As the recent influx of links have shown, I have struggled to keep my blog updated in recent weeks. This post has been saved in my drafts for close to a month now. While it may no longer be current news, the principles underlining the issues are still, and will continue to be, pertinent.
So, please cast your minds back to May 22nd, when it was announced that the Telegraph had overtaken the Guardian in terms of monthly unique users, and with it took the crown of the UK’s most popular newspaper website.
The figures were according to the ABCe – as close as the UK gets to officially audited web statistics. However, close is a relative term. The ABCes are still far from universally accepted and as can be inferred from the FAQs on their website, there are still many challenges to overcome. It will be some time before we can even approach the accuracy in audience figures for other above the line media (outdoor excepted).
To my eyes, the main issues surrounding effective online measurement can be boiled down to 3 broad categories.
Promoting the best metric(s)
The biggest and most intractable obstacle. Which measure should be given most credence?
TV – the area I am most familiar with – also has a variety of measures. But average audience – across a programme, series or a particular timeslot – and coverage – the total number of people exposed to a programme/series/timeslot for a given time (usually 3 minutes) tend to be used most often.
Unfortunately, neither of these are fully appropriate for the web. So what are the alternatives? The main three are
- How many (unique users) – but how unique is a unique user? Each visitor is tracked by a cookie, but each time a user empties his or her cache, the cookie is deleted. On the next visit, a new cookie is assigned. If I clean my cache once a week, I am effectively counted as 4 unique users a month. Plus there is my office computer, my blackberry, my mobile and my games console. I could easily be counted ten times across a month if I use a variety of touchpoints.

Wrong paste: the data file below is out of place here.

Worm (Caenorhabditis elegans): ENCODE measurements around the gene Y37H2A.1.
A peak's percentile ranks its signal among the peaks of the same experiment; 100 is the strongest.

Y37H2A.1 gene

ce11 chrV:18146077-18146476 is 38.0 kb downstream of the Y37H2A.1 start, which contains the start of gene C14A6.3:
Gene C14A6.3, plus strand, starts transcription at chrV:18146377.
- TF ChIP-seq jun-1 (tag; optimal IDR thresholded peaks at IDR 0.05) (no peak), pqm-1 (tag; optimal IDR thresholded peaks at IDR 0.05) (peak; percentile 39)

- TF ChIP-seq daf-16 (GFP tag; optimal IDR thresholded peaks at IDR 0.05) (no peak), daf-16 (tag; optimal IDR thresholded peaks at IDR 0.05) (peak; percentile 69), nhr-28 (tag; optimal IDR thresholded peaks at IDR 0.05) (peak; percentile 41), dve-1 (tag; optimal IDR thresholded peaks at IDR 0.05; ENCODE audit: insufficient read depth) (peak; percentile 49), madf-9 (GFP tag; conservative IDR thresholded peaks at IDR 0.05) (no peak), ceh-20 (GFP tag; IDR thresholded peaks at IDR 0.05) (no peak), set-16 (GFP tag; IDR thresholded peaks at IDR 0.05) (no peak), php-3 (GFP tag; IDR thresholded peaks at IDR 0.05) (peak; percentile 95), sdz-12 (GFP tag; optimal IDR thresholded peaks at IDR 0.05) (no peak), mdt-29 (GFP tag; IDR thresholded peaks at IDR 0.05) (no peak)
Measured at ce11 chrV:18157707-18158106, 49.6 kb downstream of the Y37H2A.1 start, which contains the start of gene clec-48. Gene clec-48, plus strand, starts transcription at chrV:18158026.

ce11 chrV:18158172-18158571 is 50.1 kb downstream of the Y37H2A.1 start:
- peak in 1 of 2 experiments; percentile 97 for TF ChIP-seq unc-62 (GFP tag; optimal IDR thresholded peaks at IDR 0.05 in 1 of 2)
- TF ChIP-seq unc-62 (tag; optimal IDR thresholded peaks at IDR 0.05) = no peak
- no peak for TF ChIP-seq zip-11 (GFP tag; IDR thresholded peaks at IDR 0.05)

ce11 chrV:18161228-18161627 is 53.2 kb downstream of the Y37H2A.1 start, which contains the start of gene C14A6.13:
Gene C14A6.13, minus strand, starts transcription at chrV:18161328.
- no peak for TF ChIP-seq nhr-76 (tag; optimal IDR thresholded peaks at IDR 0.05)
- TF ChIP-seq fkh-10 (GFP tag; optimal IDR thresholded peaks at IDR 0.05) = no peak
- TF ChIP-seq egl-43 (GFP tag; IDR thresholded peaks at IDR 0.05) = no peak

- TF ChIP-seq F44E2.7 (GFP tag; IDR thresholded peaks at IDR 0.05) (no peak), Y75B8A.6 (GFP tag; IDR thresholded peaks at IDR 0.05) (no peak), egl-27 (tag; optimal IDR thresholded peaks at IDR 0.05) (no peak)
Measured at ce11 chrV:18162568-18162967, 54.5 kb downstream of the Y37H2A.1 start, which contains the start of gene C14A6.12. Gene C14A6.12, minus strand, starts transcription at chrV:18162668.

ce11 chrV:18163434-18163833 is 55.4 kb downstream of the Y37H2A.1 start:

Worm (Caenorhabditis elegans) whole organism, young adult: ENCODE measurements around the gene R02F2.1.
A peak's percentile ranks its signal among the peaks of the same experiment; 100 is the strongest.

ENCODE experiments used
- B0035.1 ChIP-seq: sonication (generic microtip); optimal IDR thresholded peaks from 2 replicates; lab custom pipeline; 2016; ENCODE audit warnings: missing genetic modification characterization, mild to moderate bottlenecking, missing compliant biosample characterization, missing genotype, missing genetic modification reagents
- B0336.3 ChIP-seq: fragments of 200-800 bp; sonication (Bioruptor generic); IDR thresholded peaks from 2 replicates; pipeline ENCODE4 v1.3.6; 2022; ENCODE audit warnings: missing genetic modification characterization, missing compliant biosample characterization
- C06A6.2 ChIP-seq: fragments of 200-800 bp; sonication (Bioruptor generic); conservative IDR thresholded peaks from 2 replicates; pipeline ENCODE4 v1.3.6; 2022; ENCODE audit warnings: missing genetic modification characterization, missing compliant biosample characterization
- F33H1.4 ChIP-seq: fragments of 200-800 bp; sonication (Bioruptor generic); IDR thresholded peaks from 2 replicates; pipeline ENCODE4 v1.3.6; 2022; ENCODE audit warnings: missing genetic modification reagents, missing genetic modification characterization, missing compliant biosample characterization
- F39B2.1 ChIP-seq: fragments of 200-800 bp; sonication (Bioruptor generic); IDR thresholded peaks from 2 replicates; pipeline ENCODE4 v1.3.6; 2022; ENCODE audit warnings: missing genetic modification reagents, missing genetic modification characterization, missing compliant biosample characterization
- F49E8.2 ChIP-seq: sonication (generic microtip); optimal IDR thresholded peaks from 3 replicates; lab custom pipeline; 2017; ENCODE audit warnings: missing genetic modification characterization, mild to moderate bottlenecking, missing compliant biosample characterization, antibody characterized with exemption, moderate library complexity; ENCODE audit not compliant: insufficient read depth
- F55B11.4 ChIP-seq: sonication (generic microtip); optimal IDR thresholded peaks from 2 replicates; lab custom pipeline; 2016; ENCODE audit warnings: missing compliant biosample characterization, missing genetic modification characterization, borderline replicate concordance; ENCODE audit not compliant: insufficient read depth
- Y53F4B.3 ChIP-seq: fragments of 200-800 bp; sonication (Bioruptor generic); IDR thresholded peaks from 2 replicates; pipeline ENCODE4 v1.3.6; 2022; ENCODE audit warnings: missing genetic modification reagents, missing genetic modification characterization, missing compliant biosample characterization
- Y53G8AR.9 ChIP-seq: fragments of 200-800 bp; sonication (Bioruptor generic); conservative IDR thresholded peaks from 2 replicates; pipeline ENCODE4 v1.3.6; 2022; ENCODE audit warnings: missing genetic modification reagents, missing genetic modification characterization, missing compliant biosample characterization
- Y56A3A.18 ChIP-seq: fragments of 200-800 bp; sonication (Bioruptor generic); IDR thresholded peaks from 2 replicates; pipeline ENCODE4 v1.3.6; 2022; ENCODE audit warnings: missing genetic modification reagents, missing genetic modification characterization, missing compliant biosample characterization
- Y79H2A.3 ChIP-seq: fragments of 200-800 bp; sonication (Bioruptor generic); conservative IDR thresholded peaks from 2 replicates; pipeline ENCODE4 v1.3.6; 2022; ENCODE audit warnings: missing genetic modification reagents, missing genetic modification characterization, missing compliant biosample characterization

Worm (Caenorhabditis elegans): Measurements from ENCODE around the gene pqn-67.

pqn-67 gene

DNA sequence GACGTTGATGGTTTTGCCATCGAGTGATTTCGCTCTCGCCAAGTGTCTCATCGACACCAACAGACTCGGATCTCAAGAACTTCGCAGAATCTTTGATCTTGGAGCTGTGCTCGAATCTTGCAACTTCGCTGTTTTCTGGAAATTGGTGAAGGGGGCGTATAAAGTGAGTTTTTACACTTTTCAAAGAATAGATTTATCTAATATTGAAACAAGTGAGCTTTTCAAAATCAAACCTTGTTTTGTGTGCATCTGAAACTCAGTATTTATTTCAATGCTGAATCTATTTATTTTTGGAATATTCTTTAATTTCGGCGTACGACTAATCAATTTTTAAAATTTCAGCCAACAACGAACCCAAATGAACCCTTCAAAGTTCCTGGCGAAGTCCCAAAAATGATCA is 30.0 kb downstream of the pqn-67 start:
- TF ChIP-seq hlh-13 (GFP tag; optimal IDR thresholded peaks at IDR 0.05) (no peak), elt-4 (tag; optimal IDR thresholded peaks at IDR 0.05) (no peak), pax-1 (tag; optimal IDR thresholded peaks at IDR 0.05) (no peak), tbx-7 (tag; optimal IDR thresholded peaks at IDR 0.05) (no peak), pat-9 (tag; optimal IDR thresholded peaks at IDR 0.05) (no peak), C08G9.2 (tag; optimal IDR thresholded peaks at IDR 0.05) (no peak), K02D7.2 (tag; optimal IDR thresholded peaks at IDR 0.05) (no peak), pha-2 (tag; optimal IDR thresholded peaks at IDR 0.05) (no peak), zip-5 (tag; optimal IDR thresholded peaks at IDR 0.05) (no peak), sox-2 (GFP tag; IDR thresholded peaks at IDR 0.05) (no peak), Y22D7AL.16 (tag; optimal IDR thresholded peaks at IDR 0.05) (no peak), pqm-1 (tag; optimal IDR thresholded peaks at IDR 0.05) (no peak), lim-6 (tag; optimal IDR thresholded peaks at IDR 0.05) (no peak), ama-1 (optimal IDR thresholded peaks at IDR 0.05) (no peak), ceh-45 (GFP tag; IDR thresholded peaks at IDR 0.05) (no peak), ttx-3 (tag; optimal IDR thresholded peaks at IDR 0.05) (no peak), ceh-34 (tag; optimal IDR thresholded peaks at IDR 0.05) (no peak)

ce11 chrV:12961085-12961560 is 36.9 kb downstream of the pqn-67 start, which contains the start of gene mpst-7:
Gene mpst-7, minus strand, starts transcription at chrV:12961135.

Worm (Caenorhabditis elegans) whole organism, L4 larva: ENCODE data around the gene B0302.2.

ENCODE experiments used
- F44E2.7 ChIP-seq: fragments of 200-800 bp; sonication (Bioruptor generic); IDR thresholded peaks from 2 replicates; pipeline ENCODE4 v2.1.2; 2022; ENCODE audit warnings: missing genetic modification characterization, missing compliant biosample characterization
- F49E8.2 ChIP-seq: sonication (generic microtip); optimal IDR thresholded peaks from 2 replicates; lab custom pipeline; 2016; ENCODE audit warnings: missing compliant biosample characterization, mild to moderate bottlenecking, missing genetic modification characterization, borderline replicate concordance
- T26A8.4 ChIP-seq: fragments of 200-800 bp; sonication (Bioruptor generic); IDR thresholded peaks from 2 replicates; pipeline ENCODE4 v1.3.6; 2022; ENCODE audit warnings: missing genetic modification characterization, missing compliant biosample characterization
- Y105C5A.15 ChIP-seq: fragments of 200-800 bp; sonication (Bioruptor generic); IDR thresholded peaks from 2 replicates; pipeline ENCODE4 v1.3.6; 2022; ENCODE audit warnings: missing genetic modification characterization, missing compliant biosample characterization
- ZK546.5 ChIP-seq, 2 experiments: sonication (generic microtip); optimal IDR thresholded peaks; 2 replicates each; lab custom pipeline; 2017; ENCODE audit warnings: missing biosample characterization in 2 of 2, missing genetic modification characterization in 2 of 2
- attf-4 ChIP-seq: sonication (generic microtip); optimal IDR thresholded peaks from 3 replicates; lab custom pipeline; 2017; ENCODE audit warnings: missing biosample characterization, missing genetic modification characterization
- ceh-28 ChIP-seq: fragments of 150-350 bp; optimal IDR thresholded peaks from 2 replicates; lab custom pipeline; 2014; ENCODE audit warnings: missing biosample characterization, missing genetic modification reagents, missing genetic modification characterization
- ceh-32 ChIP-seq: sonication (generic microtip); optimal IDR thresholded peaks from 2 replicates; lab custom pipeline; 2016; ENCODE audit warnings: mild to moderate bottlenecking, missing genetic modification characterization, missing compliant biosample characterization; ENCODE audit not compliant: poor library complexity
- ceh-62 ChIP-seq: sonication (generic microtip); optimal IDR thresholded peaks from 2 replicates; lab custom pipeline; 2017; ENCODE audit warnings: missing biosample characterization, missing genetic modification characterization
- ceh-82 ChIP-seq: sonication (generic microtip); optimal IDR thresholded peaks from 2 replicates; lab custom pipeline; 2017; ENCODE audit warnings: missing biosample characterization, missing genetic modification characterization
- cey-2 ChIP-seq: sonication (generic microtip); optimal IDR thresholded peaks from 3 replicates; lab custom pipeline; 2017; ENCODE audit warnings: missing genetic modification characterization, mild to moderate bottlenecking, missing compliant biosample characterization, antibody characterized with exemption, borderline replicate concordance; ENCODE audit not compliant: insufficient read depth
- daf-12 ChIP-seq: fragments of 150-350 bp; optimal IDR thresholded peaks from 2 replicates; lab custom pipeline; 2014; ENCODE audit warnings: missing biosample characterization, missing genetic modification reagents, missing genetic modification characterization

- How busy (page impressions) – but how important is my impression? I may have accidentally clicked through a link, or I may continually refresh a page to update it. As for automated pages, such as the constantly refreshing Gmail or Myspace ? Is each page refresh counted as a new impression? Furthermore, if a page impression is used to calculate advertising rates, what happens to the impressions made with an adblocker in place?
- How often (frequency – page impressions divided by unique users) – as this relies on the above metrics, it is heavily compromised
What about other measures?
- Average time spent can be massively skewed by people leaving their browsers open while they aren’t at their pc
- Average number of visits would give a decent measure of engagement, but the cookie issue would mean it would be understated.
- Measuring subscriptions would be interesting, but these may be inactive, sites offer multiple feeds, and take-up are far from universal. As people become more adept with web browsing, RSS may gain more traction but websites such as Alltop are showing viable alternatives to the feed-reading system.
And beyond these concerns, there is still one crucial question that remains unanswered. Who are these people?
TV, radio and press use a representative panel of people to estimate the total population. For TV, the BARB panel consists of around 11,000 people who represent the 60m or so individuals in the UK. But we are seeing that as the number of channels increase, this size of panel isn’t able to accurately capture data for the smaller channels.
So what hope is there for the web, with the multitude of sites and sub-sites with tiny audiences? Not to mention the fact that these audiences are global.
Of course, online panels do already exist. But these only sample the top x number of websites, and, as it stands, the – differing -figures each of them produce are treated with caution and – on occasion – suspicion. Witness the argument between Radiohead and Comscore, to give one example
So I’m no closer on figuring out how we measure. How about what we measure?